POKER

Full Tilt New Jersey Tease is The Fault of an Errant Bug

TAGs: eric hollreiser, Full Tilt, Lee Davy, New Jersey

Eric Hollreiser, Head of Corporate Communications, for PokerStars and Full Tilt, has issued a statement apologizing to New Jersey online poker players who were led to believe real-money gaming was available at Full Tilt after a bug produced a statement to that effect on their mobile app.

Eric Hollreiser, Head of Corporate Communications for both PokerStars and Full Tilt, has issued a statement apologizing for the impromptu case of premature Full Tilt elation that placed New Jersey online poker players in a ditzy last week.

Full Tilt New Jersey Tease is The Fault of an Errant BugExcitement levels hit Megadeath type decibel levels after a poker player named Dennis Lopez logged on to Full Tilt’s free-play dot-net site, on his mobile device, to be greeted by a message from the online gambling giant welcoming him to a version of the game: ‘fully licensed by the New Jersey Division of Gaming Enforcement, offering real-money gameplay on a fully regulated online gaming platform.’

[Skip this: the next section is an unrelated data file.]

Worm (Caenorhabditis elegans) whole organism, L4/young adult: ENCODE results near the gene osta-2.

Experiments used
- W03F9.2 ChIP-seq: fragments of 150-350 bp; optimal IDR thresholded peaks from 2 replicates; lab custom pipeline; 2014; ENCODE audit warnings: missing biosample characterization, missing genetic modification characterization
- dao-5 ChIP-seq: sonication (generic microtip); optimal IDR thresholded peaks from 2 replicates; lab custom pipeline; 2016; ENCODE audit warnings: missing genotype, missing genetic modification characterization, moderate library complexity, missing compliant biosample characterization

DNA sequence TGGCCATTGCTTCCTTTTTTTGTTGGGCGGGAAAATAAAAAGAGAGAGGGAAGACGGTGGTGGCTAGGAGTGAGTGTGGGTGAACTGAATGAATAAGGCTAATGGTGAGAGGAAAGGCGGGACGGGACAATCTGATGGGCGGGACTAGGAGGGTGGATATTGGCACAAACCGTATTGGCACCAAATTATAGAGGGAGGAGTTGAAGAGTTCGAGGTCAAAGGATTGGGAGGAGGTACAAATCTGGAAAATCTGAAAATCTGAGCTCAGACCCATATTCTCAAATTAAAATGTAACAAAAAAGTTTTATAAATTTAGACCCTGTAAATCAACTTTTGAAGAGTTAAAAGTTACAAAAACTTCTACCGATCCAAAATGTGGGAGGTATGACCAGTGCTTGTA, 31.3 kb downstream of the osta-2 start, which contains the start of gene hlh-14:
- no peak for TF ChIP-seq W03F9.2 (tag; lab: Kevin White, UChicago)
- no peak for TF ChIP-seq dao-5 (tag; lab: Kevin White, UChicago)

For the sake of clarity, I feel it’s only fair to point out that the news story here, isn’t the fact that people do actually play free-play online poker but that Full Tilt were informing players that they were legal and live when they weren’t.

An excited Lopez wasn’t able to download the requisite software but that didn’t stop a screenshot of his mobile phone, resplendent with message, being sent to all and sundry in the online poker world.

Step forward, Mr. Hollreiser, to set the record straight.

In e-mail received from Hollreiser the blame for the slip was laid squarely as the feet of a bug that was fed up at being snug in its particular rug.

“Unfortunately, a bug in an update to the Full Tilt play-money poker app inadvertently included a pop-up window alerting players in New Jersey that a licensed real money offering is available. As a result of the bug, a very small number of people were exposed to this pop-up before we resolved the issue,” wrote Hollreiser.

The Comms chief went to on to explain that “it was only a message alert” and at no time was the real-money app ever available for anyone to download. He apologized to anybody duly affected by the incident.

“The bug was identified and fixed within hours of being alerted to the issue.” Wrote Hollreiser.

The e-mail ended with Hollreiser making doubly sure that everyone was aware that there was no agreement for Full Tilt to host real money games in New Jersey, but they were still in dialogue with State officials.

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